Le Morte d'Arthur BOOK XXI CHAPTER I

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How Sir Mordred presumed and took on him to be King of
England, and would have married the queen, his father's

AS Sir Mordred was ruler of all England, he did do make
letters as though that they came from beyond the sea, and
the letters specified that King Arthur was slain in battle
with Sir Launcelot.  Wherefore Sir Mordred made a
parliament, and called the lords together, and there he
made them to choose him king; and so was he crowned
at Canterbury, and held a feast there fifteen days; and
afterward he drew him unto Winchester, and there he
took the Queen Guenever, and said plainly that he would
wed her which was his uncle's wife and his father's wife.
And so he made ready for the feast, and a day prefixed
that they should be wedded; wherefore Queen Guenever
was passing heavy.  But she durst not discover her heart,
but spake fair, and agreed to Sir Mordred's will.  Then
she desired of Sir Mordred for to go to London, to buy
all manner of things that longed unto the wedding.  And
because of her fair speech Sir Mordred trusted her well
enough, and gave her leave to go.  And so when she
came to London she took the Tower of London, and
suddenly in all haste possible she stuffed it with all
manner of victual, and well garnished it with men, and so
kept it.

Then when Sir Mordred wist and understood how he
was beguiled, he was passing wroth out of measure.  And
a short tale for to make, he went and laid a mighty siege
about the Tower of London, and made many great
assaults thereat, and threw many great engines unto them,
and shot great guns.  But all might not prevail Sir
Mordred, for Queen Guenever would never for fair speech nor
for foul, would never trust to come in his hands again.

Then came the Bishop of Canterbury, the which was
a noble clerk and an holy man, and thus he said to Sir
Mordred:  Sir, what will ye do? will ye first displease
God and sithen shame yourself, and all knighthood?  Is
not King Arthur your uncle, no farther but your mother's
brother, and on her himself King Arthur begat you upon his
own sister, therefore how may you wed your father's wife?
Sir, said the noble clerk, leave this opinion or I shall curse
you with book and bell and candle.  Do thou thy worst,
said Sir Mordred, wit thou well I shall defy thee.  Sir,
said the Bishop, and wit you well I shall not fear me to
do that me ought to do.  Also where ye noise where my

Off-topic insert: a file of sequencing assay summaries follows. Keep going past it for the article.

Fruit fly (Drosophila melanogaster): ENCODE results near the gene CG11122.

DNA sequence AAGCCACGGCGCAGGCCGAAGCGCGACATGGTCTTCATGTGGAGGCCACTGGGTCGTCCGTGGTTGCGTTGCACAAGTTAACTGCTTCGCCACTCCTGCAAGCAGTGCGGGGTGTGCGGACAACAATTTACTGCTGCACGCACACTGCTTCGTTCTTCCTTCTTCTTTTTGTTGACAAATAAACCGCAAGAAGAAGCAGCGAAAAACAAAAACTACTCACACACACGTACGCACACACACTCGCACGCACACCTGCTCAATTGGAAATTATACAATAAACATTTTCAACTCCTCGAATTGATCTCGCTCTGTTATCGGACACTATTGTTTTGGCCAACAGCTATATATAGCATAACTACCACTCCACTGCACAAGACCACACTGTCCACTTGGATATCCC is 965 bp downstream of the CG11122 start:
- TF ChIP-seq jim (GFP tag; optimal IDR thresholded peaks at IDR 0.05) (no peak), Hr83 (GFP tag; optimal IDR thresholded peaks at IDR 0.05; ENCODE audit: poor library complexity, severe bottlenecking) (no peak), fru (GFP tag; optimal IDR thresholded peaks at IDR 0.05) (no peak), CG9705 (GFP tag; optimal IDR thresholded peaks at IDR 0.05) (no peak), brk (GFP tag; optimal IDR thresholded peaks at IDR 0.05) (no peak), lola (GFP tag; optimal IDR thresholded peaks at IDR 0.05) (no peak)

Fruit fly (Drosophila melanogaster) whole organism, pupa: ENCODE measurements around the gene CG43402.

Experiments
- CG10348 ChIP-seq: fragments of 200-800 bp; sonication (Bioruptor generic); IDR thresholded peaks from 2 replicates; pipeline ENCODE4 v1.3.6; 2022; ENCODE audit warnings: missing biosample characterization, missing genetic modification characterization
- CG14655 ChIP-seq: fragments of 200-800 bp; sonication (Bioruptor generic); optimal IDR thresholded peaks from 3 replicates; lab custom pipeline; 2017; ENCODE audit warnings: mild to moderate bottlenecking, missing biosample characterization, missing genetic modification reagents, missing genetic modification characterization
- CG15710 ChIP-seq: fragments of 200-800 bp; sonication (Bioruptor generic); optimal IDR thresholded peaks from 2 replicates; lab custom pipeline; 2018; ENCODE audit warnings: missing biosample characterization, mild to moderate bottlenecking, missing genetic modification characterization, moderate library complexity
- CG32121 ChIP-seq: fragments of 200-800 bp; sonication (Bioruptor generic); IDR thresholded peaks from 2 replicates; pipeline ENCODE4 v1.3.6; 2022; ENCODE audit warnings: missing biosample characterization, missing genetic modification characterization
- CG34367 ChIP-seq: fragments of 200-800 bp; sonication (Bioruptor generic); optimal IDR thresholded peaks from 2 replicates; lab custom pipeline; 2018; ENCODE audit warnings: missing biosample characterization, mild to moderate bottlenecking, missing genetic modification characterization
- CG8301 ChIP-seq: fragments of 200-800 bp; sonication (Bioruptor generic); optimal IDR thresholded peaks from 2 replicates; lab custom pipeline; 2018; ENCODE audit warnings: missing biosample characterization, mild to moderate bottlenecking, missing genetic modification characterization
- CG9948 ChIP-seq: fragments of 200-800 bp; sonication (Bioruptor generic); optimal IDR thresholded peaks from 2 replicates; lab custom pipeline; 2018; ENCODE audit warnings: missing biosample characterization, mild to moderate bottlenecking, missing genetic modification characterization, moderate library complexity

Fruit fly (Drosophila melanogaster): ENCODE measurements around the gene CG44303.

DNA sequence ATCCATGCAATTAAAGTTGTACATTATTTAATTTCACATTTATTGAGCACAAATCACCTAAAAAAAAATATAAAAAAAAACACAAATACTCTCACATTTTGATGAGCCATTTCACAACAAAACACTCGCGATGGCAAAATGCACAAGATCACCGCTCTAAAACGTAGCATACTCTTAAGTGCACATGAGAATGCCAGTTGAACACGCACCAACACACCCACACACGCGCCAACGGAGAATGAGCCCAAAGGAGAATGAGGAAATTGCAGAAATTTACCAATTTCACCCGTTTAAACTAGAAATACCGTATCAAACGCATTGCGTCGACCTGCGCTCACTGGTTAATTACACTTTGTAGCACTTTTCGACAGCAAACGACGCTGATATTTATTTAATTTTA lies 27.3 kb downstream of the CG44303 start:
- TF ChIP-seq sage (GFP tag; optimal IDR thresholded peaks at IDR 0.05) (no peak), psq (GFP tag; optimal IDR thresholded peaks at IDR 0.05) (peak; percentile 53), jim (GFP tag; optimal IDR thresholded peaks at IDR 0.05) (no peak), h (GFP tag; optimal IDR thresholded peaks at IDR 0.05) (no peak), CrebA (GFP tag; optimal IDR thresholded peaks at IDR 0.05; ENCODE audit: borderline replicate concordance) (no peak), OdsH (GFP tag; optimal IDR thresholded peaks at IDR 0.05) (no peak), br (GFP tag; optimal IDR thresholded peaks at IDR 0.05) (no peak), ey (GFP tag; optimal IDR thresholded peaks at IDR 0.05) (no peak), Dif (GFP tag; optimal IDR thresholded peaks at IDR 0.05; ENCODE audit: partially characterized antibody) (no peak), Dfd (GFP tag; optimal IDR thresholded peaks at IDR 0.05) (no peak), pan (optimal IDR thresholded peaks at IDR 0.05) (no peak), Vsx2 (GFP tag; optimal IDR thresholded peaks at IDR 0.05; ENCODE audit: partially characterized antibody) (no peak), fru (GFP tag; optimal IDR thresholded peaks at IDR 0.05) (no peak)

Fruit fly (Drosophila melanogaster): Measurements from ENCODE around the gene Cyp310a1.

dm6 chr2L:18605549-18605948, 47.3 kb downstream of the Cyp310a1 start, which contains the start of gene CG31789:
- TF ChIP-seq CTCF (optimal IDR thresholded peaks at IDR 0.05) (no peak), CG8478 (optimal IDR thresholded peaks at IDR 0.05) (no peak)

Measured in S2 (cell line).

lord Arthur is slain, and that is not so, and therefore ye
will make a foul work in this land.  Peace, thou false
priest, said Sir Mordred, for an thou chafe me any more
I shall make strike off thy head.  So the Bishop departed
and did the cursing in the most orgulist wise that might
be done.  And then Sir Mordred sought the Bishop of
Canterbury, for to have slain him.  Then the Bishop fled,
and took part of his goods with him, and went nigh unto
Glastonbury; and there he was as priest hermit in a
chapel, and lived in poverty and in holy prayers, for well
he understood that mischievous war was at hand.

Then Sir Mordred sought on Queen Guenever by
letters and sonds, and by fair means and foul means, for
to have her to come out of the Tower of London; but
all this availed not, for she answered him shortly, openly
and privily, that she had liefer slay herself than to be
married with him.  Then came word to Sir Mordred that
King Arthur had araised the siege for Sir Launcelot, and
he was coming homeward with a great host, to be avenged
upon Sir Mordred; wherefore Sir Mordred made write
writs to all the barony of this land, and much people
drew to him.  For then was the common voice among
them that with Arthur was none other life but war and
strife, and with Sir Mordred was great joy and bliss.
Thus was Sir Arthur depraved, and evil said of.  And
many there were that King Arthur had made up of
nought, and given them lands, might not then say him a
good word.  Lo ye all Englishmen, see ye not what a
mischief here was! for he that was the most king and
knight of the world, and most loved the fellowship of
noble knights, and by him they were all upholden, now
might not these Englishmen hold them content with him.
Lo thus was the old custom and usage of this land; and
also men say that we of this land have not yet lost nor
forgotten that custom and usage.  Alas, this is a great
default of us Englishmen, for there may no thing please
us no term.  And so fared the people at that time, they
were better pleased with Sir Mordred than they were with
King Arthur; and much people drew unto Sir Mordred,
and said they would abide with him for better and for
worse.  And so Sir Mordred drew with a great host to
Dover, for there he heard say that Sir Arthur would
arrive, and so he thought to beat his own father from his
lands; and the most part of all England held with Sir
Mordred, the people were so new-fangle.